Having ruled on Friday, July 3, that "dumping and subsidization is threatening to injure the domestic Canadian industry," the CITT has announced final anti-dumping tariffs for a number of Chinese solar PV companies. The duties will be in effect for a period of five years, starting from July 4.
Affected by the ruling are Chinese crystalline and thin film solar PV products with a power output not exceeding 100 W. An exception has been made to 195 W monocrystalline photovoltaic modules, comprised of 72 monocrystalline cells, if each cell is no more than 5 inches in width and height.
The table below lists the final margins of dumping and subsidy amounts by exporter. The final column contains the provisional duties applied to the companies in question during the investigation.
A spokeswoman from Canada Border Services Agency told pv magazine that while the final duties remain confidential, and are only shared with the affected companies, they have generally come down from the provisional duties set in March. She added that the provisional duties taken during the period of investigation will be refunded, as no material injury was found.
Margin of dumping
Amount of subsidy/W (RMB)
Provisional duty payable
Canadian Solar Manufacturing (Changshu) Inc. & Canadian Solar International Limited
Changzhou Trina Solar Energy Co. Ltd
Hefei JA Solar Technology Co. Ltd
JinkoSolar Co. Ltd
Zhejiang JinkoSolar Trading Co. Ltd
Renesola Jiangsu Ltd
Wuxi Taichen Machinery & Equipment Co. Ltd
Wuxi Suntech Power Co. Ltd
All other exporters
An investigation was initiated by the President of the Canada Border Services Agency on December 5, 2014, following a complaint alleging injurious dumping and subsidizing on October 1 by Eclipsall Manufacturing Corp., Heliene Inc., Silfab Solar Inc. and Solgate Inc. Provisional duties were then imposed in March 2015.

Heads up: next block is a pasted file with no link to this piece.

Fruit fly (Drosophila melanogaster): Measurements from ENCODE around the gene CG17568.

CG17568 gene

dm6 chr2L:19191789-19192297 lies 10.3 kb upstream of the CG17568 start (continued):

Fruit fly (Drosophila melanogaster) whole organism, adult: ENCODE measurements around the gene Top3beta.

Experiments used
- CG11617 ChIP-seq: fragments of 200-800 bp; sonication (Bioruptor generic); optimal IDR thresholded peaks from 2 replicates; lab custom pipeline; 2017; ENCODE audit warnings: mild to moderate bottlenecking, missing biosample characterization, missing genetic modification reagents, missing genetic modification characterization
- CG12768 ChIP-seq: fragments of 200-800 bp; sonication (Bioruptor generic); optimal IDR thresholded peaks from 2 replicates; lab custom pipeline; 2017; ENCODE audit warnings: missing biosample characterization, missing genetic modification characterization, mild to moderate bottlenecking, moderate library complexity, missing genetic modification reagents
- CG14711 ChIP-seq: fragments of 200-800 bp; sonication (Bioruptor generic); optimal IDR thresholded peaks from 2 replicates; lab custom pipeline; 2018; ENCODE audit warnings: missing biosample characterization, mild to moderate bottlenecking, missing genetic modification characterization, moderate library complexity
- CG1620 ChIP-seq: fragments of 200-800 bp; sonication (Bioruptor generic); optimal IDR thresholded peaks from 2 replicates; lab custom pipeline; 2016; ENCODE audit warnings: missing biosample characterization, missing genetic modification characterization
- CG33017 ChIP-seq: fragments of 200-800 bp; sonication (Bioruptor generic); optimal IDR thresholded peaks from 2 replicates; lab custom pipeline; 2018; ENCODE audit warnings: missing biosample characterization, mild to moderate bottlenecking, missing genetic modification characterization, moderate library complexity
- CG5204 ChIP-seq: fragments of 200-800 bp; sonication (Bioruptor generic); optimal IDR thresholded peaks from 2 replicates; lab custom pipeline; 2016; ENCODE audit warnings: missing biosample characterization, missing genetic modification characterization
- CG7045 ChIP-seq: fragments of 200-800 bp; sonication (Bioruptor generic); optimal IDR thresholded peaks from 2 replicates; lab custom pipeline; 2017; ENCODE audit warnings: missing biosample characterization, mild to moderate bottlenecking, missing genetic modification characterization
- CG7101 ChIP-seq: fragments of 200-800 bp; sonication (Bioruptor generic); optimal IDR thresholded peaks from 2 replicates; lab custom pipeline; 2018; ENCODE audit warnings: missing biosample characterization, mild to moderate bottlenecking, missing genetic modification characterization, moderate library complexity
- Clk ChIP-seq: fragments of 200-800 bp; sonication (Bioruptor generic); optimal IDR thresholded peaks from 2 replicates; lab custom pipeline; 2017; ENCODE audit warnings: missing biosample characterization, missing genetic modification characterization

A statement of reasons from the latest July 3 ruling is set to be issued within 15 days. pv magazine has contacted the affected companies for comment.
Canadian Solar responded, saying the decision will not affect its Canadian business. "As we have a module factory in Canada, with 500 MW production capacity per year, most of our modules supplied to Canada markets are produced locally," said the spokesperson. JinkoSolar refused to comment, meanwhile.
This content is protected by copyright and may not be reused. If you want to cooperate with us and would like to reuse some of our content, please contact: firstname.lastname@example.org.
By submitting this form you agree to pv magazine using your data for the purposes of publishing your comment.
Your personal data will only be disclosed or otherwise transmitted to third parties for the purposes of spam filtering or if this is necessary for technical maintenance of the website. Any other transfer to third parties will not take place unless this is justified on the basis of applicable data protection regulations or if pv magazine is legally obliged to do so.
You may revoke this consent at any time with effect for the future, in which case your personal data will be deleted immediately. Otherwise, your data will be deleted if pv magazine has processed your request or the purpose of data storage is fulfilled.
Further information on data privacy can be found in our Data Protection Policy.